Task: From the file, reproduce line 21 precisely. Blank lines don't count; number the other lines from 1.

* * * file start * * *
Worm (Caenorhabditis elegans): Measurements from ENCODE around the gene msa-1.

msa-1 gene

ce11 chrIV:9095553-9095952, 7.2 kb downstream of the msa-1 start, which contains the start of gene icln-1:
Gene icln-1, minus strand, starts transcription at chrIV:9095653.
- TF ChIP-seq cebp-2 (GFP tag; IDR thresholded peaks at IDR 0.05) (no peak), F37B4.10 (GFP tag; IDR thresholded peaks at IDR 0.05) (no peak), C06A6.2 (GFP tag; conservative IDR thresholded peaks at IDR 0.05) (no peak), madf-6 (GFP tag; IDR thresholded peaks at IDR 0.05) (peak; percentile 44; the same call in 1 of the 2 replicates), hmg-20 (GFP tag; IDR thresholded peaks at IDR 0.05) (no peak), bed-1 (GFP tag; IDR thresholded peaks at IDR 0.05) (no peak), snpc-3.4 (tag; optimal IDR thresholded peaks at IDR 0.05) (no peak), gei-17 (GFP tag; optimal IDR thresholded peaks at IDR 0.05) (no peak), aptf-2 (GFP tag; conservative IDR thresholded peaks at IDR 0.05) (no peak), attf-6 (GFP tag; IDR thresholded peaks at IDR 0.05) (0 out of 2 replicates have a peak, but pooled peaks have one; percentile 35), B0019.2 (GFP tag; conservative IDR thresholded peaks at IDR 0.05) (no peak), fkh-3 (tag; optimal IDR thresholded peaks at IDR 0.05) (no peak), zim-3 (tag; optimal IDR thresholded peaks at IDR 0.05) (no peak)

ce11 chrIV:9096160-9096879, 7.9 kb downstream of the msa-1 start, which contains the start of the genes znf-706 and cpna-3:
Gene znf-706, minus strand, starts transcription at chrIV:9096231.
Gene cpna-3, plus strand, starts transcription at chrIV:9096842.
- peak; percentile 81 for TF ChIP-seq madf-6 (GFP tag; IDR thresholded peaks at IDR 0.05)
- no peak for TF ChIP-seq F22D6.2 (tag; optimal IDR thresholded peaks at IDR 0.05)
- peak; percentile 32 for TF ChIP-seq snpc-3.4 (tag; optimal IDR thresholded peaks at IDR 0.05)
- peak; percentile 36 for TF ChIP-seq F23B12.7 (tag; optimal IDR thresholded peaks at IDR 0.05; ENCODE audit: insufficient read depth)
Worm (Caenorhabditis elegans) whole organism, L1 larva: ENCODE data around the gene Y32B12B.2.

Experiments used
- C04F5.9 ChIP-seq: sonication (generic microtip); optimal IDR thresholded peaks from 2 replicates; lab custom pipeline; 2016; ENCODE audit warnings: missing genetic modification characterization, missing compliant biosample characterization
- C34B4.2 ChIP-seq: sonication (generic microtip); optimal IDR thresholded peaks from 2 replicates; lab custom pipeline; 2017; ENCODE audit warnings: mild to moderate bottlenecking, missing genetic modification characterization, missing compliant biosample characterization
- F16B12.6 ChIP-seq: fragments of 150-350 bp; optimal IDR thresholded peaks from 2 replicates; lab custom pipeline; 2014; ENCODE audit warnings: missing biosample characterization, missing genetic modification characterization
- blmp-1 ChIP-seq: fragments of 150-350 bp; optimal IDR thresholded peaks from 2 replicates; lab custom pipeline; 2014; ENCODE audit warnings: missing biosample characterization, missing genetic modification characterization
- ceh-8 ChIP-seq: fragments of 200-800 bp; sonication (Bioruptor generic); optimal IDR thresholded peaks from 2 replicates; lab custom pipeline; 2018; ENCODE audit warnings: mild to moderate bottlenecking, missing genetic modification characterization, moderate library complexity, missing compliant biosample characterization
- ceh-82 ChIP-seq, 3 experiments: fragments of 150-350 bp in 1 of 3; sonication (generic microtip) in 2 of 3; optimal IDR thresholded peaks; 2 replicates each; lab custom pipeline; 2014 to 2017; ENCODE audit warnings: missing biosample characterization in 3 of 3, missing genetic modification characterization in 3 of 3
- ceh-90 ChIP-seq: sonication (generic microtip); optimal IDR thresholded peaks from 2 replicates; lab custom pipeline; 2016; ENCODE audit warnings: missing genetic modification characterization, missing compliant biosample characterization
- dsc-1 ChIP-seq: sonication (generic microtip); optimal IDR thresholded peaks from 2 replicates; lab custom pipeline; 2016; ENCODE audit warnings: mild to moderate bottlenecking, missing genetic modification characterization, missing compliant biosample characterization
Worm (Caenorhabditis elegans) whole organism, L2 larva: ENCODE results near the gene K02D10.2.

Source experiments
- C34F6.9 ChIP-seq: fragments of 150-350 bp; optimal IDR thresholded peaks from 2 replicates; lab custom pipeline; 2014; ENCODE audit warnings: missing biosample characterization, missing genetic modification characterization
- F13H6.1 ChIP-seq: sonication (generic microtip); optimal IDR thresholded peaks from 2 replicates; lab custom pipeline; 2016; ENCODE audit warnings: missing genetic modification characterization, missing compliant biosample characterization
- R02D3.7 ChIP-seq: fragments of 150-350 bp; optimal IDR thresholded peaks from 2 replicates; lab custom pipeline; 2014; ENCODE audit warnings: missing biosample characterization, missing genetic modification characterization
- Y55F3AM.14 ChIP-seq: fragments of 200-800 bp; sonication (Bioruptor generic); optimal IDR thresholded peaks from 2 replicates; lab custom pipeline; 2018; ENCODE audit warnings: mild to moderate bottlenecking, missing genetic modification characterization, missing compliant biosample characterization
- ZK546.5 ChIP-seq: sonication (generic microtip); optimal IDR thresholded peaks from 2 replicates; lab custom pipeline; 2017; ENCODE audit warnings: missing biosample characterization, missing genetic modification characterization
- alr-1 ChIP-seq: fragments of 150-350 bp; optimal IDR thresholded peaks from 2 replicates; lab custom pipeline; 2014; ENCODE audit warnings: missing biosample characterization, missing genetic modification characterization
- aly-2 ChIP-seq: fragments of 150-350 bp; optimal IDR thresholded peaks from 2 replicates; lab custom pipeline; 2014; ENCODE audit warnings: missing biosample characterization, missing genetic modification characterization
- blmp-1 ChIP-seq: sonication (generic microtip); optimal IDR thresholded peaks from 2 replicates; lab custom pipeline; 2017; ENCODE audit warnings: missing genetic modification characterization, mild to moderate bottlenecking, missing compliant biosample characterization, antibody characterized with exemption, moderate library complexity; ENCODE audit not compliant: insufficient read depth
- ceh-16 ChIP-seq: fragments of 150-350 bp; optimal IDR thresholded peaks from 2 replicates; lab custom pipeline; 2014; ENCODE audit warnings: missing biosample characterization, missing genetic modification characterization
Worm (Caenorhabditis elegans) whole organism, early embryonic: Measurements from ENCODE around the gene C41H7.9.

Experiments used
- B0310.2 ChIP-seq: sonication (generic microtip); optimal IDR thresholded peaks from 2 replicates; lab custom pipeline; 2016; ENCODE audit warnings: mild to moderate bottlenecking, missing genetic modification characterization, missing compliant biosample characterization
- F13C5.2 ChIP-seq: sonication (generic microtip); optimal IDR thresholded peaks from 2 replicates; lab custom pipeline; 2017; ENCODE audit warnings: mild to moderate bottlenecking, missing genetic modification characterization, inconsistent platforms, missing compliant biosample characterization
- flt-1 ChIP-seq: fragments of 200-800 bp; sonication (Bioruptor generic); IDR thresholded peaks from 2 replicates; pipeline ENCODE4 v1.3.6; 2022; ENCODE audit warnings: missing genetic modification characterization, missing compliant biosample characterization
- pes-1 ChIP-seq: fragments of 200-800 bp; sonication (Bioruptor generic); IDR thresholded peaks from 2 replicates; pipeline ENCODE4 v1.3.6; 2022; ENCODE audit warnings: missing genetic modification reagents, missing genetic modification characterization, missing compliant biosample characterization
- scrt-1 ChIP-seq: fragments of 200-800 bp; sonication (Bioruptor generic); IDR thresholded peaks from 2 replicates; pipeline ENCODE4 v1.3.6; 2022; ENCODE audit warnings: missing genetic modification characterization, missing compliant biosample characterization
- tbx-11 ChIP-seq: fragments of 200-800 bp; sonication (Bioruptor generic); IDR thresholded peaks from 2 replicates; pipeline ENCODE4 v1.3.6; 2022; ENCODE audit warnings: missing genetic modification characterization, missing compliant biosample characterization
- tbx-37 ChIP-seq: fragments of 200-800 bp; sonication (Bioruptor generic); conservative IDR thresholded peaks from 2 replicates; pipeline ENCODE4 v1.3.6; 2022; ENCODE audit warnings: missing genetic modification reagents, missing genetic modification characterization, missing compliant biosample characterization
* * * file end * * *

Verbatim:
- ceh-90 ChIP-seq: sonication (generic microtip); optimal IDR thresholded peaks from 2 replicates; lab custom pipeline; 2016; ENCODE audit warnings: missing genetic modification characterization, missing compliant biosample characterization